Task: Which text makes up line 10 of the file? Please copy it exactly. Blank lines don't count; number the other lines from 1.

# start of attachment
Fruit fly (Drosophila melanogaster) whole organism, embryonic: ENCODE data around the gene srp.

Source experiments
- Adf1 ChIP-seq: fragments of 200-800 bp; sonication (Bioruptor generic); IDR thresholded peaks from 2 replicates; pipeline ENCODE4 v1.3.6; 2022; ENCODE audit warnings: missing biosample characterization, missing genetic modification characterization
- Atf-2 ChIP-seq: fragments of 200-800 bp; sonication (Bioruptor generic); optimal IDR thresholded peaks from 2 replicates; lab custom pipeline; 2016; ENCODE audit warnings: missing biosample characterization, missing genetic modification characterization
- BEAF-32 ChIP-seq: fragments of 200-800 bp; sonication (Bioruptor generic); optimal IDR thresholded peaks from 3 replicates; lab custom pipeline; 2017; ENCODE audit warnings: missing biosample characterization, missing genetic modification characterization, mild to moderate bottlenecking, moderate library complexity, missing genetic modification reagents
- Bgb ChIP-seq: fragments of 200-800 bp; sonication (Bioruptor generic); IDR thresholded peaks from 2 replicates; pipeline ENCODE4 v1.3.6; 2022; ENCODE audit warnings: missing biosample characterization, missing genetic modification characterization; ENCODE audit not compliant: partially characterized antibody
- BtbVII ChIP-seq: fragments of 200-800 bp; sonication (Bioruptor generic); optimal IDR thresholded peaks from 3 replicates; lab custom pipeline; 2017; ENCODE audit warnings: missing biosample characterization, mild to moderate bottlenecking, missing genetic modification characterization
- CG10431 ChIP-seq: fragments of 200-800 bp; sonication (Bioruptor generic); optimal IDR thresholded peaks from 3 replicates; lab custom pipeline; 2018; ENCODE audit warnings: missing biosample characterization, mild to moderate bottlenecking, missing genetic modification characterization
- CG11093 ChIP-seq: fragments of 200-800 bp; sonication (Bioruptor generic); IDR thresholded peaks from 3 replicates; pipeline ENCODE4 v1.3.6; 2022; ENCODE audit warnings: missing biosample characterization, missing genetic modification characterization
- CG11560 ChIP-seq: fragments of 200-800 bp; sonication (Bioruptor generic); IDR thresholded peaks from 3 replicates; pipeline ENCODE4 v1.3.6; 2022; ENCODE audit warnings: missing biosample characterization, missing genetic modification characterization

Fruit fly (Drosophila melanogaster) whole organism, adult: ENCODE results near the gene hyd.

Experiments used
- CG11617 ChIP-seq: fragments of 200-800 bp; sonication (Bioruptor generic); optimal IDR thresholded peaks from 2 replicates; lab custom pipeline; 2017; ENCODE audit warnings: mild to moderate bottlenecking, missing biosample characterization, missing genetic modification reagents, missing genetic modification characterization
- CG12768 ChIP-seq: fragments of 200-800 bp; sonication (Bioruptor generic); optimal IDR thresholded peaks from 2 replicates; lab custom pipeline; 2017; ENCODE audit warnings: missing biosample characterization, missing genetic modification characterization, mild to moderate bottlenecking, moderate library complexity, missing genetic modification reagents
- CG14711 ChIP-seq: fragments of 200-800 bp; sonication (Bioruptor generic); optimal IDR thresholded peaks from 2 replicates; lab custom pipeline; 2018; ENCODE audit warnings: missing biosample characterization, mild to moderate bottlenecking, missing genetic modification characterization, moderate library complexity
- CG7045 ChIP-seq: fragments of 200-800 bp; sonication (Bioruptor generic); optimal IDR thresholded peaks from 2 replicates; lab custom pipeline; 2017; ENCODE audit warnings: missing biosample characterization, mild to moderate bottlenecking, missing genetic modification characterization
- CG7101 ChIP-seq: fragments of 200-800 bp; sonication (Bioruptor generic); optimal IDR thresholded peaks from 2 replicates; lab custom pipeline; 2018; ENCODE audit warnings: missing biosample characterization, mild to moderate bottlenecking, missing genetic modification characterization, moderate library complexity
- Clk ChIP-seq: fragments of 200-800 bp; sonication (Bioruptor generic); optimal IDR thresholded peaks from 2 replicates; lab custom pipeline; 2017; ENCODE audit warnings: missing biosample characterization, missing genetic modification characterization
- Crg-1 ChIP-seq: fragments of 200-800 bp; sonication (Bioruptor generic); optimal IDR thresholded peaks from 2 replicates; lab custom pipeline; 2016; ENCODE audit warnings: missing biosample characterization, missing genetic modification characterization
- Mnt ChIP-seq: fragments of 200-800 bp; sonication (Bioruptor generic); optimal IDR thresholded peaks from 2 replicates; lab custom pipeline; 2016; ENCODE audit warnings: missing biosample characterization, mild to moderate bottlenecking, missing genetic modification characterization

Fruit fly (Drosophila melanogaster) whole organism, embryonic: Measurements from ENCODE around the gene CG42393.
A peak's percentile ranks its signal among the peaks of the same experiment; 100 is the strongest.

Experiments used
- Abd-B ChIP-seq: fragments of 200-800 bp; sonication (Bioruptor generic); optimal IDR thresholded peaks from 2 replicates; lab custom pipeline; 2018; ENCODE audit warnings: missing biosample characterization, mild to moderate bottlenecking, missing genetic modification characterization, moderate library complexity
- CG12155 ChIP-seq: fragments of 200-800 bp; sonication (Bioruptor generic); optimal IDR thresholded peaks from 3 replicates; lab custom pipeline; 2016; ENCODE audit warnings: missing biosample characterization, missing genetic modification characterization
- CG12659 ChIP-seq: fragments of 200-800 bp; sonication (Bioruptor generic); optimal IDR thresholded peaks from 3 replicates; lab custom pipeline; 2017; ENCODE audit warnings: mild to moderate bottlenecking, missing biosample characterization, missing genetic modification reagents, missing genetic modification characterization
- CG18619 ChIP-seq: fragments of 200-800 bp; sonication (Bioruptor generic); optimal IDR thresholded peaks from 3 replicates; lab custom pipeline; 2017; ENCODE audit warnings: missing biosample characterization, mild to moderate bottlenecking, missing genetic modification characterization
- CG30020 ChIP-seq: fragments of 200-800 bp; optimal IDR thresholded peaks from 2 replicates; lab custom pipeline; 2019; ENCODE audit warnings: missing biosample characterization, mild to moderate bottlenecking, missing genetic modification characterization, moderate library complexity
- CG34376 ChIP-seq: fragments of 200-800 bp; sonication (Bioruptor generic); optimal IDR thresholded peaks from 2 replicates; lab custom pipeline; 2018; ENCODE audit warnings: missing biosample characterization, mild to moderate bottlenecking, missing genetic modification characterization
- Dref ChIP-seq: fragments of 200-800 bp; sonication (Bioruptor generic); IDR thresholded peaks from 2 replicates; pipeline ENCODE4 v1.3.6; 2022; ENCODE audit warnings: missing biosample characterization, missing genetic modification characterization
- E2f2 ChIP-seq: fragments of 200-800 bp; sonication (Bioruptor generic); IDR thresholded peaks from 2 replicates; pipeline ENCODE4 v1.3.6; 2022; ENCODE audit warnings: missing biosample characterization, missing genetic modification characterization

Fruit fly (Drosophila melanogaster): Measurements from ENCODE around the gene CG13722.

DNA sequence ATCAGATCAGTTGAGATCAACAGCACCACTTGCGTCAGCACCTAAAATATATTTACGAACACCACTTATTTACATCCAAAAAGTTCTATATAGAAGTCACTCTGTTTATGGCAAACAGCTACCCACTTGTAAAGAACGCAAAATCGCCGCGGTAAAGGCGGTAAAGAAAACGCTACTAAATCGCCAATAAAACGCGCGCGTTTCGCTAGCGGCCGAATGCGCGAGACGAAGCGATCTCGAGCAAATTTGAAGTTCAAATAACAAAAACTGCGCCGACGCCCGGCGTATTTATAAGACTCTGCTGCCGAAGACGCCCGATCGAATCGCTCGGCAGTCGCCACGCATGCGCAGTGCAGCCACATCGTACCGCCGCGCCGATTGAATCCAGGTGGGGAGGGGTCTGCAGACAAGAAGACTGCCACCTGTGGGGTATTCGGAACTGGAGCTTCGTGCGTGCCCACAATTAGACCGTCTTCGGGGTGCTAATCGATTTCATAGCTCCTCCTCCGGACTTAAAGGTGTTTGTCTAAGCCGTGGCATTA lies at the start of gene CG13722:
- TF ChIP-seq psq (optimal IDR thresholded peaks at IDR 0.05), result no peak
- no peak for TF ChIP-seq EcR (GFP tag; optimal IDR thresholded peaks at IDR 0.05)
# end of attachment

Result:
- CG11560 ChIP-seq: fragments of 200-800 bp; sonication (Bioruptor generic); IDR thresholded peaks from 3 replicates; pipeline ENCODE4 v1.3.6; 2022; ENCODE audit warnings: missing biosample characterization, missing genetic modification characterization